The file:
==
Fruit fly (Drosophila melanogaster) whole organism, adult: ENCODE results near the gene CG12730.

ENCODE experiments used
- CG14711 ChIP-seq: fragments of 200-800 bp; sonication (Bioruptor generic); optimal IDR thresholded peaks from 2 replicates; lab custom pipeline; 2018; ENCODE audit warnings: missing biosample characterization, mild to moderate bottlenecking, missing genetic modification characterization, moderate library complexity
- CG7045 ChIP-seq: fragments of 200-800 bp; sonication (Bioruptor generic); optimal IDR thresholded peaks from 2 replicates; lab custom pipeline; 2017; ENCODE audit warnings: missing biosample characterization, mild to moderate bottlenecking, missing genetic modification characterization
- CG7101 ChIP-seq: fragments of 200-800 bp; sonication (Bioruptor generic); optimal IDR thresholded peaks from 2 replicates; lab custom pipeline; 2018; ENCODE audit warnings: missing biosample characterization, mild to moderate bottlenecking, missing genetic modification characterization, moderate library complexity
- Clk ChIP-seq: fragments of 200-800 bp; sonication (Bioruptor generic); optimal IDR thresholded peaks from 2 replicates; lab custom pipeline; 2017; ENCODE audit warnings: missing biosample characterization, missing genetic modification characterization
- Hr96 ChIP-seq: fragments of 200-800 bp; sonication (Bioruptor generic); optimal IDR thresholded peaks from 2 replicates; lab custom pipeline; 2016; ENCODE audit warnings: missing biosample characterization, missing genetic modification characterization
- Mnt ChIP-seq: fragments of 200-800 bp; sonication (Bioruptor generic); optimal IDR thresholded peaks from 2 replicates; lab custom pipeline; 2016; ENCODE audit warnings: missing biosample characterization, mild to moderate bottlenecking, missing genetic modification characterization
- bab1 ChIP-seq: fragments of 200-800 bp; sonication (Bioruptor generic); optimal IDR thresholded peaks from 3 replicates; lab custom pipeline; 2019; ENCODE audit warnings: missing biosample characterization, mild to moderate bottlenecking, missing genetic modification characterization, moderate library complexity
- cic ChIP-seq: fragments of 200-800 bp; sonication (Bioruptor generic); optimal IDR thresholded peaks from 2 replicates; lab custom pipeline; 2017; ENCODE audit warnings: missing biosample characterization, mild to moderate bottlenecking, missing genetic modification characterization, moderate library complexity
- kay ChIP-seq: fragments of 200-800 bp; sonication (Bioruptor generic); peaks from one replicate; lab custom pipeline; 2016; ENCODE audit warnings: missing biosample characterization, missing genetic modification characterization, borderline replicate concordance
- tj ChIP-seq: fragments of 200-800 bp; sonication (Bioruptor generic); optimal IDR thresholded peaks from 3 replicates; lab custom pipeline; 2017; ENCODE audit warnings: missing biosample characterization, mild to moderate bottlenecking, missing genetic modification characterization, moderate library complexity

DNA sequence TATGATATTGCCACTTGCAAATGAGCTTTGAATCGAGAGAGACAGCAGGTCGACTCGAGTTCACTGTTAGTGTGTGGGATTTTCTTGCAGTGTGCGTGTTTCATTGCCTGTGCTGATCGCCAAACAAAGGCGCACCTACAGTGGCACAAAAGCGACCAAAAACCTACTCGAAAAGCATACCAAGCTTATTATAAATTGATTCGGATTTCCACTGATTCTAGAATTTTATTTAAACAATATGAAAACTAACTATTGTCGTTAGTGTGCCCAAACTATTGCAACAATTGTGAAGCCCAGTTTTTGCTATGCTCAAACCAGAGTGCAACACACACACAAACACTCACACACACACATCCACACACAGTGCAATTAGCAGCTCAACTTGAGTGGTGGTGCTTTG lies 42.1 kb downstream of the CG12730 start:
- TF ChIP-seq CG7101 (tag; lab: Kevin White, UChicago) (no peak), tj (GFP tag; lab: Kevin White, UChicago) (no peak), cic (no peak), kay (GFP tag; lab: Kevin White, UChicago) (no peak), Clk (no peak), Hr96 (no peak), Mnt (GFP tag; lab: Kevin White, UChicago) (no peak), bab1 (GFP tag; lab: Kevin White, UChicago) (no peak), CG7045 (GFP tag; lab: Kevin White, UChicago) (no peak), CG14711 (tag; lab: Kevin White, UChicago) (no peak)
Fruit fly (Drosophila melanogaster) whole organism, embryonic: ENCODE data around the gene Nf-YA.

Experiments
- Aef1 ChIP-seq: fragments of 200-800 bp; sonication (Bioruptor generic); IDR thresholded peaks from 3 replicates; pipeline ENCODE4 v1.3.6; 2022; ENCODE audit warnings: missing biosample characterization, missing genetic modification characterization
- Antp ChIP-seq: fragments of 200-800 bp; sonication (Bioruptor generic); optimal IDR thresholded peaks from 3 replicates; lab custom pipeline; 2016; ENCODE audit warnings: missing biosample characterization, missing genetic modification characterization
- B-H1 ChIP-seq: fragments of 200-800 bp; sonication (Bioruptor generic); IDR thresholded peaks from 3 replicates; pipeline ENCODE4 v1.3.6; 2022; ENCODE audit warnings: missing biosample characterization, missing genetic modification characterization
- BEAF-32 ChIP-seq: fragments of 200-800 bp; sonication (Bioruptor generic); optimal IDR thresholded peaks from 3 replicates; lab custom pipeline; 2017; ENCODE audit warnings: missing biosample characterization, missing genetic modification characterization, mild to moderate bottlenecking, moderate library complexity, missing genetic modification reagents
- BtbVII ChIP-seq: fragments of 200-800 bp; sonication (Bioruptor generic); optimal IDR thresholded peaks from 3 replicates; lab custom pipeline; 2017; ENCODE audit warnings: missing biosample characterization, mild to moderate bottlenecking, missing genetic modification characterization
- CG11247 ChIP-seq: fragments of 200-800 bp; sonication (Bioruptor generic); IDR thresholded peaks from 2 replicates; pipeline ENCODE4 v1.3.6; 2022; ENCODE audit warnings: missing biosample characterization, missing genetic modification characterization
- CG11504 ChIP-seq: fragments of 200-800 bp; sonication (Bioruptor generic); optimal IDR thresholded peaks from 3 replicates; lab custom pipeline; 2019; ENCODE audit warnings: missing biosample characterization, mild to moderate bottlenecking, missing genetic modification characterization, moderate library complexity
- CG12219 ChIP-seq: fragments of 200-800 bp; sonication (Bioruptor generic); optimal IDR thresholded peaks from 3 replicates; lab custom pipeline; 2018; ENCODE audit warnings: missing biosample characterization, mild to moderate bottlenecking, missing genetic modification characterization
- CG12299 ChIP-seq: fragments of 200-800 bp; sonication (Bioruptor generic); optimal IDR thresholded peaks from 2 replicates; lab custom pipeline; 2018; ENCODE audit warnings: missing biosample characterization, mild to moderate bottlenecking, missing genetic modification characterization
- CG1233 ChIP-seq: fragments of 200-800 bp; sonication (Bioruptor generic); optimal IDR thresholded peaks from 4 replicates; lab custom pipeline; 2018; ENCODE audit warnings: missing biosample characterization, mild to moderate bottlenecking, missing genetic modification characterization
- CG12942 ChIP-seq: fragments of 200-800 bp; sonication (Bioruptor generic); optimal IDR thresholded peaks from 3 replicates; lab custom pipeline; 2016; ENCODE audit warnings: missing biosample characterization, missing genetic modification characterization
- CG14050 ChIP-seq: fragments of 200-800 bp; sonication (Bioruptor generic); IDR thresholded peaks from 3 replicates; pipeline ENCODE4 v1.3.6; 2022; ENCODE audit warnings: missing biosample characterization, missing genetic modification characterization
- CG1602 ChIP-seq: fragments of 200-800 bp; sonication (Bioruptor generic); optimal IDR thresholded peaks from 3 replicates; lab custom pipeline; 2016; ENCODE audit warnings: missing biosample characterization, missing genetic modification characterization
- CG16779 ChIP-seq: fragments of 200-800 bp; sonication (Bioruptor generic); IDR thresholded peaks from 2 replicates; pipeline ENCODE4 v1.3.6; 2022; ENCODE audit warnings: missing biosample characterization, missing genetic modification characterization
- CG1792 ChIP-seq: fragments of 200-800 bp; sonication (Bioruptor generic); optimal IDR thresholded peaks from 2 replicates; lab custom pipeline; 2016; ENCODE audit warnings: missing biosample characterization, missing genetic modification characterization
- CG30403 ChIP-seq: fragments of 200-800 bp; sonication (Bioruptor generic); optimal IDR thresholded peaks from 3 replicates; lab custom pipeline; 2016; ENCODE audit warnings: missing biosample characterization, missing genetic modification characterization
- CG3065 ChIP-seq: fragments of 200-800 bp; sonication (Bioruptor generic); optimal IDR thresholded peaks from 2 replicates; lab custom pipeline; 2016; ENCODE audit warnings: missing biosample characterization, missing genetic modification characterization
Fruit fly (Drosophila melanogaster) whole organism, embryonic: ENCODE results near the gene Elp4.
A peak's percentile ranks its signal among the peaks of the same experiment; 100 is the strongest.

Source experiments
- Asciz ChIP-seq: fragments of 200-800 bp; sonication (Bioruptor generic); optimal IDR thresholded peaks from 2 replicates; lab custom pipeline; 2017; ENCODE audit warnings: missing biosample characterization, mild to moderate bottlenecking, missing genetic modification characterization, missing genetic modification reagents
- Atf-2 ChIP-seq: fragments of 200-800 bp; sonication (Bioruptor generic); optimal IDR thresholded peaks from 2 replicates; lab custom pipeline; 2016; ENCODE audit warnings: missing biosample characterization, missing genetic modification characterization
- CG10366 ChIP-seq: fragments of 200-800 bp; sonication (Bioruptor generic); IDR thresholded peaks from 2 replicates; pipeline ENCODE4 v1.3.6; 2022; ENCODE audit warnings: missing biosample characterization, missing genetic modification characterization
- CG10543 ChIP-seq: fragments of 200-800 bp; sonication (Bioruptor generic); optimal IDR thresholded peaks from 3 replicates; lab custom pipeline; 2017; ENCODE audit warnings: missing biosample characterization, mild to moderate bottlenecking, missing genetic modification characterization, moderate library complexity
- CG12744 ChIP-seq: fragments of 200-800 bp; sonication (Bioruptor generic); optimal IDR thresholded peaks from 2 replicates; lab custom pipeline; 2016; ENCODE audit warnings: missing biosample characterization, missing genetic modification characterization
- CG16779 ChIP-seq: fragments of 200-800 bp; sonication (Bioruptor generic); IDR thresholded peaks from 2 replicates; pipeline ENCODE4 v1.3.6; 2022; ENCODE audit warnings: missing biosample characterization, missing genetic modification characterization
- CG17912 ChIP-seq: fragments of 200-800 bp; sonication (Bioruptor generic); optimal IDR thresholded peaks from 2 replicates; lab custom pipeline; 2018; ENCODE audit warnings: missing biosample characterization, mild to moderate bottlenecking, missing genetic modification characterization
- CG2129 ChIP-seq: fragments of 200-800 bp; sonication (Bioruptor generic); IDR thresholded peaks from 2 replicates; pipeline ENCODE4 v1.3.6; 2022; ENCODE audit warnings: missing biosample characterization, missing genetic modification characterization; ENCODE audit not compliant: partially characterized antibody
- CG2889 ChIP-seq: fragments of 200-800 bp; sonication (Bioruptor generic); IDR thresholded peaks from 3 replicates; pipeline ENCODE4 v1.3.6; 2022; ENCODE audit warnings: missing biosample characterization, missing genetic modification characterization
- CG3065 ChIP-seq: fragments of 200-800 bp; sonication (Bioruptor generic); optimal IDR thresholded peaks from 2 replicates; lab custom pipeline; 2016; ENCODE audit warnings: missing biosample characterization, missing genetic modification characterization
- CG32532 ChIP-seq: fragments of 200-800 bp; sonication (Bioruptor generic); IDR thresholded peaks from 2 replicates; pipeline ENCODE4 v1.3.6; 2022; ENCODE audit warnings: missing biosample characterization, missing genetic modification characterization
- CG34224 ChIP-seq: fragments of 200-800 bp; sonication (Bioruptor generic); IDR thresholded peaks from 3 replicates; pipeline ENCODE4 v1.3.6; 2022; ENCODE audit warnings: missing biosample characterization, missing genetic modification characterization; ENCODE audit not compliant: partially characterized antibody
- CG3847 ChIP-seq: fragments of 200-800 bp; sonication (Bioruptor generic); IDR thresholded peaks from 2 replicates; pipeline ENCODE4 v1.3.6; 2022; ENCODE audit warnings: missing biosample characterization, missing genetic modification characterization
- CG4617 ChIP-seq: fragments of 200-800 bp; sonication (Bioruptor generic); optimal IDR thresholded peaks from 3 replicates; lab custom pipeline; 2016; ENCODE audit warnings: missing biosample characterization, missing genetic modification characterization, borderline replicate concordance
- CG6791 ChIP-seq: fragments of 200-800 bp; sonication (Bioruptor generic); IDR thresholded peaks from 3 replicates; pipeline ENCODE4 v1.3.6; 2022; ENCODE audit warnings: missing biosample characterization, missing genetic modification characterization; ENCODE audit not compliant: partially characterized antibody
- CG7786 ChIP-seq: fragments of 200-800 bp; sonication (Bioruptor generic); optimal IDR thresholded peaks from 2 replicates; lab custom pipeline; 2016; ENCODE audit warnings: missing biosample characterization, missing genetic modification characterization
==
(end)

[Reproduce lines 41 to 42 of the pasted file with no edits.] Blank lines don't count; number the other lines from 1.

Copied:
- CG12744 ChIP-seq: fragments of 200-800 bp; sonication (Bioruptor generic); optimal IDR thresholded peaks from 2 replicates; lab custom pipeline; 2016; ENCODE audit warnings: missing biosample characterization, missing genetic modification characterization
- CG16779 ChIP-seq: fragments of 200-800 bp; sonication (Bioruptor generic); IDR thresholded peaks from 2 replicates; pipeline ENCODE4 v1.3.6; 2022; ENCODE audit warnings: missing biosample characterization, missing genetic modification characterization